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Community Governance Review FAQ

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What is Community Governance?

In essence it is the way in which local communities are represented and governed at local authority level and through the involvement of other statutory and voluntary agencies and community groups and by the efforts of local people themselves. It is also about the way in which individuals and groups within the community are listened to and able to influence decisions that affect them.

What is a Community Governance Review?

A community governance review enables a principal council such as Swale Borough Council to review and put in place or make changes to community governance systems and structures e.g. by creating, merging, abolishing or changing parish or town councils in the review area. 

What is a town or parish council?

A town or parish council is an elected body made up of local people representing the interests of their community. The creation of a new town or parish council would be in addition to and not instead of Swale Borough Council.

Who can undertake a Community Governance Review?

Since 13 February 2008, district councils, unitary county councils and London borough councils (all principal councils) have had responsibility for undertaking community governance reviews and have been able to decide whether to action the recommendations made in those reviews. In making that decision, they will need to take account of the views of local people. Principal councils are also required to have regard to the guidance on undertaking community governance reviews published jointly by the Department for Communities and Local Government and the Local Government Boundary Commission.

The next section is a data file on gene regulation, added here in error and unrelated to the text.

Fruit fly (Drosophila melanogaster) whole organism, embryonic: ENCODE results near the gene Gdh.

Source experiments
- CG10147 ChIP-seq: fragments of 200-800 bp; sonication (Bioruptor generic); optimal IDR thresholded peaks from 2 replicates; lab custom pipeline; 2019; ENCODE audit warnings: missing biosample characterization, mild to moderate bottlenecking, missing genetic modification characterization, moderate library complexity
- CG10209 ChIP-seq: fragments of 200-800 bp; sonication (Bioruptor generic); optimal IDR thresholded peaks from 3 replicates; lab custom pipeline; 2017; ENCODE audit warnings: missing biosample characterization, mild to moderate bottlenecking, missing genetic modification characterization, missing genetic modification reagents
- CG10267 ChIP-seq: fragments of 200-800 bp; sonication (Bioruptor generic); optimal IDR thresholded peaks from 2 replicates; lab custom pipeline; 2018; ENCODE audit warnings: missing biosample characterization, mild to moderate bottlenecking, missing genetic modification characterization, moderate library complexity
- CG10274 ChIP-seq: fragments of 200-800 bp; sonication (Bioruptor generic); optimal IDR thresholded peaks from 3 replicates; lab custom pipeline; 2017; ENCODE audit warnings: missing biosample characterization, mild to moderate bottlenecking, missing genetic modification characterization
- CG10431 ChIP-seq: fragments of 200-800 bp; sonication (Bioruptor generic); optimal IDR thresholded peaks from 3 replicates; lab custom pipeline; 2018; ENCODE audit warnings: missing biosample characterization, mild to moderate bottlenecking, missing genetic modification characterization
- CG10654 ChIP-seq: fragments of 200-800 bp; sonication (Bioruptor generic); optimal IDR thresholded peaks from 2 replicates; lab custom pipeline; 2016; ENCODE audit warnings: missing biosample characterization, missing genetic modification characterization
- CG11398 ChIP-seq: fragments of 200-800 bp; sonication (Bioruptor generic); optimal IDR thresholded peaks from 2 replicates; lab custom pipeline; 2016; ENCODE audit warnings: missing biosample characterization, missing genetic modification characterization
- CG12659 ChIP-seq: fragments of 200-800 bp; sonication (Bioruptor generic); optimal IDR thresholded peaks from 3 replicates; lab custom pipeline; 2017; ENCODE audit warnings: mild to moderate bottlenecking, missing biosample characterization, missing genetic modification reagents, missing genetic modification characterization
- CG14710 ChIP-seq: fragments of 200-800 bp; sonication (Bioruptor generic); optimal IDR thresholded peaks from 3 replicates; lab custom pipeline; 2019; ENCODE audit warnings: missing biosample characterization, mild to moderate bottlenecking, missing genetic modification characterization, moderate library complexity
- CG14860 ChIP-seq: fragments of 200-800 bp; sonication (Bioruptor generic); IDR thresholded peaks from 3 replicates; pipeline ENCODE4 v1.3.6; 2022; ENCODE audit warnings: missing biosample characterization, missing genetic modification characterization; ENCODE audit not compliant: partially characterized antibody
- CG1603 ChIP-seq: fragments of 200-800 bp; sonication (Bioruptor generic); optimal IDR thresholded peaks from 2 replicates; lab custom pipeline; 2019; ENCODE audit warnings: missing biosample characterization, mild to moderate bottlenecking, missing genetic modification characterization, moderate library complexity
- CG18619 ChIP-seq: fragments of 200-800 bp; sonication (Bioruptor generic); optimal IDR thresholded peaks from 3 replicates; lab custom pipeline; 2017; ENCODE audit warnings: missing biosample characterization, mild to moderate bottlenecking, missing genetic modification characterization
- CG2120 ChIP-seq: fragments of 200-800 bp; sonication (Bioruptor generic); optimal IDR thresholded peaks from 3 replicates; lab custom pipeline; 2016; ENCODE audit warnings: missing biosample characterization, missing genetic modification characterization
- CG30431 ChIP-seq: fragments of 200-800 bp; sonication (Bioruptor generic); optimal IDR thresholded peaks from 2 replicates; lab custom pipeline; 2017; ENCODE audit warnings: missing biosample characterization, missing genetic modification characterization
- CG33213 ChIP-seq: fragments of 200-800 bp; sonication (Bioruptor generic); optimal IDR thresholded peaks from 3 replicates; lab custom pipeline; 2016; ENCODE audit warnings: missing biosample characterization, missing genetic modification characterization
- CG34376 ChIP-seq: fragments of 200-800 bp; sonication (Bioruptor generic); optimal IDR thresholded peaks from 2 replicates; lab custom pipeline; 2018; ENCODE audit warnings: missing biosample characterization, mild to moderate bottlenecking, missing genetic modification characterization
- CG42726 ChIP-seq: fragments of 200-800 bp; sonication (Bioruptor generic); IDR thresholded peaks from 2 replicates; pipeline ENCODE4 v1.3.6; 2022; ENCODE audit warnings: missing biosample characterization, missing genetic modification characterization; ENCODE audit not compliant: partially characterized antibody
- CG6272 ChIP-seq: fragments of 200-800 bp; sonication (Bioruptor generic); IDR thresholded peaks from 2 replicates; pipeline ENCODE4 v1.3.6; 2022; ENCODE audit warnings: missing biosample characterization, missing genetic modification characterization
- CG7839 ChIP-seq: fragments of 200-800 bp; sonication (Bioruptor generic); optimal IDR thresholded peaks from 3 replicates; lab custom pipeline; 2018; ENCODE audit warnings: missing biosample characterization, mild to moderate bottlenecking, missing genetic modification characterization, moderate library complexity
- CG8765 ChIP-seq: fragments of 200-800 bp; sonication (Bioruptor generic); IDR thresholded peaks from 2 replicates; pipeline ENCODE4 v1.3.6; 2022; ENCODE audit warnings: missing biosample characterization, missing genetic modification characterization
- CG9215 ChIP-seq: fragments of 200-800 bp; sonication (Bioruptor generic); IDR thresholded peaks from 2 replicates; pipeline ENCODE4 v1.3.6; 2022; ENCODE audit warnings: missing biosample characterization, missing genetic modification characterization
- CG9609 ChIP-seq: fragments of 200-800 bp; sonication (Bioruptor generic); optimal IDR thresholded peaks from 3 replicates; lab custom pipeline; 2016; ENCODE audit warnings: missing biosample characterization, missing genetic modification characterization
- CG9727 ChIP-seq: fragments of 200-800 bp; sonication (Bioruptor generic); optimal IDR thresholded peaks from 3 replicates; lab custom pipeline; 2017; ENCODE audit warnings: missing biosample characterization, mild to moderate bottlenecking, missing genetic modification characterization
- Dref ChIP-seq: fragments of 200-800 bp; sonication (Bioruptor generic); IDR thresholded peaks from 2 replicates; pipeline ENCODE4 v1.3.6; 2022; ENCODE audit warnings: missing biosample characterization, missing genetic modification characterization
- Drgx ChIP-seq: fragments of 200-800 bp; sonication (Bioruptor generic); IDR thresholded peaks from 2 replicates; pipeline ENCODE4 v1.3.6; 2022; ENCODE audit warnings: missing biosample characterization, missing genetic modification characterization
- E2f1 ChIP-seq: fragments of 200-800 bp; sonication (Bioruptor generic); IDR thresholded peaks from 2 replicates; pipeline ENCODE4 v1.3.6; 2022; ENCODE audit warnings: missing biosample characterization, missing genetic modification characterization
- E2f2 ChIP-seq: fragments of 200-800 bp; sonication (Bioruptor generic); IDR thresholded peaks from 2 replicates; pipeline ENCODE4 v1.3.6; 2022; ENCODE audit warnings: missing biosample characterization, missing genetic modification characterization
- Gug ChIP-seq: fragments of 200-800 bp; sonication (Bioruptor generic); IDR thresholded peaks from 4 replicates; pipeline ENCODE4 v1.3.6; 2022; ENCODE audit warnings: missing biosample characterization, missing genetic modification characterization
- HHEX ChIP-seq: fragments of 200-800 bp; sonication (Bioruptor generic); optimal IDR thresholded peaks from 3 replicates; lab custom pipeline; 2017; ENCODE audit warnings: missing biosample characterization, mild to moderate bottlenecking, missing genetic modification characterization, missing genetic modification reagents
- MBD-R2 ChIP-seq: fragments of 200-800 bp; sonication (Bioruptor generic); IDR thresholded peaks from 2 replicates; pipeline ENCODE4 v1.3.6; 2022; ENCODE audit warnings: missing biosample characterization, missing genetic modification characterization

How can a Community Governance Review Be Instigated?

Community Governance Reviews can be instigated in two ways:

  1. for an area with less than 500 local electors, the petition must be signed by at least 37.5% of them
  2. for an area with between 500 and 2,500 local electors, the petition must be signed by at least 187 of the electors
  3. for an area with more than 2,500 local electors, the petition must be signed by at least 7.5% of them.

Who will undertake this review?

As the principal authority, Swale Borough Council is responsible for undertaking a Community Governance Review in its electoral area and must follow the statutory guidance. The full Council is responsible for overseeing this process and for agreeing the terms of reference, and draft and final recommendations. 

How long does a Community Governance Review take?

Legislation requires Community Governance Reviews to be completed within a year from receiving the petition, so for this review the deadline is August 2018. Public consultation will start on 8 January 2018 and a report will be considered by the council in March 2018.